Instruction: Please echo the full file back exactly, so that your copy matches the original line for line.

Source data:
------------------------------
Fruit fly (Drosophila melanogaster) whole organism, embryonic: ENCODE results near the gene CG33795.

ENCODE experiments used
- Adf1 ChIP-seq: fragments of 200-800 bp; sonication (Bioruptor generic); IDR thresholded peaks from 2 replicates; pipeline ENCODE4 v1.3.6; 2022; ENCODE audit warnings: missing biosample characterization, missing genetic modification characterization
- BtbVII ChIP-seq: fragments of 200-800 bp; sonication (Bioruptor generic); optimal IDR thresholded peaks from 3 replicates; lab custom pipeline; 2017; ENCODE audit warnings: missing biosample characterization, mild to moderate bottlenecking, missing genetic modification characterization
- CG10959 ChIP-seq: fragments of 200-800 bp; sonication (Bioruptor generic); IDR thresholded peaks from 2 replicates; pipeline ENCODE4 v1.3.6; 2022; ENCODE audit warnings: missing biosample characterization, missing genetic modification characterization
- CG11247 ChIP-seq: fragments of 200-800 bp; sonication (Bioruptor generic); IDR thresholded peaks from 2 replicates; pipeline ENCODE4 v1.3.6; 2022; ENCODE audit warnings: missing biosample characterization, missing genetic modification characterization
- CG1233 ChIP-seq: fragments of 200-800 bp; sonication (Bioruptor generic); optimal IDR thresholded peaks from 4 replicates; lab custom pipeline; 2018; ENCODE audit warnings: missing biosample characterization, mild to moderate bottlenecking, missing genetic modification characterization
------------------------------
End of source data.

Fruit fly (Drosophila melanogaster) whole organism, embryonic: ENCODE results near the gene CG33795.

ENCODE experiments used
- Adf1 ChIP-seq: fragments of 200-800 bp; sonication (Bioruptor generic); IDR thresholded peaks from 2 replicates; pipeline ENCODE4 v1.3.6; 2022; ENCODE audit warnings: missing biosample characterization, missing genetic modification characterization
- BtbVII ChIP-seq: fragments of 200-800 bp; sonication (Bioruptor generic); optimal IDR thresholded peaks from 3 replicates; lab custom pipeline; 2017; ENCODE audit warnings: missing biosample characterization, mild to moderate bottlenecking, missing genetic modification characterization
- CG10959 ChIP-seq: fragments of 200-800 bp; sonication (Bioruptor generic); IDR thresholded peaks from 2 replicates; pipeline ENCODE4 v1.3.6; 2022; ENCODE audit warnings: missing biosample characterization, missing genetic modification characterization
- CG11247 ChIP-seq: fragments of 200-800 bp; sonication (Bioruptor generic); IDR thresholded peaks from 2 replicates; pipeline ENCODE4 v1.3.6; 2022; ENCODE audit warnings: missing biosample characterization, missing genetic modification characterization
- CG1233 ChIP-seq: fragments of 200-800 bp; sonication (Bioruptor generic); optimal IDR thresholded peaks from 4 replicates; lab custom pipeline; 2018; ENCODE audit warnings: missing biosample characterization, mild to moderate bottlenecking, missing genetic modification characterization